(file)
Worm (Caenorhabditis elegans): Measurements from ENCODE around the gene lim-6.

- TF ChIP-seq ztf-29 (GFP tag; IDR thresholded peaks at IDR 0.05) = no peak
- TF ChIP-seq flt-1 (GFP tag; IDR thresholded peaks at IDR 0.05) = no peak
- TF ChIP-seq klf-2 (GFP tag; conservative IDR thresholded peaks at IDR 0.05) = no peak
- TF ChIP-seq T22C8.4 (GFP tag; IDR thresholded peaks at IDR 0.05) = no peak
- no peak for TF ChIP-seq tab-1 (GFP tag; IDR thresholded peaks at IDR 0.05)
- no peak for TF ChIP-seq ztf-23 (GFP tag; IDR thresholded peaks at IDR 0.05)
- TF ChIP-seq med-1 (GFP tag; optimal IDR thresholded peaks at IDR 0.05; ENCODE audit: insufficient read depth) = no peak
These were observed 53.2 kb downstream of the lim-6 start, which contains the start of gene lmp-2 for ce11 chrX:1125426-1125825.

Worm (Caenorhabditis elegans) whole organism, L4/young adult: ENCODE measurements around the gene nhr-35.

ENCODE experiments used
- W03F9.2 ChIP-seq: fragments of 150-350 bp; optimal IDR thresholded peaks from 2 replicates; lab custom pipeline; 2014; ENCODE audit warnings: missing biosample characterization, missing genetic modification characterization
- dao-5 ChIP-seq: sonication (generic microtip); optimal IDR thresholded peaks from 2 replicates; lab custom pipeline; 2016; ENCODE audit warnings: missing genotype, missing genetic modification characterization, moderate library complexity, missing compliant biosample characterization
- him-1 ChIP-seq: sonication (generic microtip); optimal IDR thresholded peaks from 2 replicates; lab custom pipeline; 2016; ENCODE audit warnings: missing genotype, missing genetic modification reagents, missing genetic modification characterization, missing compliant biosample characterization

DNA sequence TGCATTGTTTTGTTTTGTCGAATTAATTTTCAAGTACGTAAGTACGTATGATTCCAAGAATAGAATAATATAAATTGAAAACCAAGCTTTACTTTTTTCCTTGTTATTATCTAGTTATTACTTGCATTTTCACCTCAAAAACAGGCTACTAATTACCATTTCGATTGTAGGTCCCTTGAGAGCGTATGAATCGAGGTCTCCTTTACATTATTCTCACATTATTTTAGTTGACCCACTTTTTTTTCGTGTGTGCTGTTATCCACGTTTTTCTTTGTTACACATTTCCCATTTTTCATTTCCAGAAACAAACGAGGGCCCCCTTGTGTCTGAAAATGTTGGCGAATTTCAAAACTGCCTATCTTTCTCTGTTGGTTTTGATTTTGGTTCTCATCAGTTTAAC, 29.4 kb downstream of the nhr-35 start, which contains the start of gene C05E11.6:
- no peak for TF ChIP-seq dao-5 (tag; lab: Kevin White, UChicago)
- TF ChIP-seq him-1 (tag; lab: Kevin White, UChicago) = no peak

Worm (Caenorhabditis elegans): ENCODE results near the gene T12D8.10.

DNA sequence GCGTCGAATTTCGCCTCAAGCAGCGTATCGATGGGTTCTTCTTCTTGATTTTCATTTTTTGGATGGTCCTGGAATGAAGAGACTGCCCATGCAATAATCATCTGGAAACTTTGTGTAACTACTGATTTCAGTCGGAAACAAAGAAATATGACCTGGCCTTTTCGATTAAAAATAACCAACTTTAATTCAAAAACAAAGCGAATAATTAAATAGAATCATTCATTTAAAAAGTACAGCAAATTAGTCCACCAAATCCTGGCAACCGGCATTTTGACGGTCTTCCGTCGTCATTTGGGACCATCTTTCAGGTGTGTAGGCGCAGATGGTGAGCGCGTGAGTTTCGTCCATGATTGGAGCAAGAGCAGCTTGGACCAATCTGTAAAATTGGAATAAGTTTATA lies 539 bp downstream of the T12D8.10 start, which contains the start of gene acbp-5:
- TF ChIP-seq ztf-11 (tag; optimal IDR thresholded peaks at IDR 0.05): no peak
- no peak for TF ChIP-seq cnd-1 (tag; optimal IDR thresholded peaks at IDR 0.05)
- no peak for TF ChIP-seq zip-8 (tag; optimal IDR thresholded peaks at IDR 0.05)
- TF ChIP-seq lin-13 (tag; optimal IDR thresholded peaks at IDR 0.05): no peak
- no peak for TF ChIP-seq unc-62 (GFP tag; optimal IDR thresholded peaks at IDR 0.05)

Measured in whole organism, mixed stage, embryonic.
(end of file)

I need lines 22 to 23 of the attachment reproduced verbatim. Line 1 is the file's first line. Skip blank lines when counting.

- no peak for TF ChIP-seq zip-8 (tag; optimal IDR thresholded peaks at IDR 0.05)
- TF ChIP-seq lin-13 (tag; optimal IDR thresholded peaks at IDR 0.05): no peak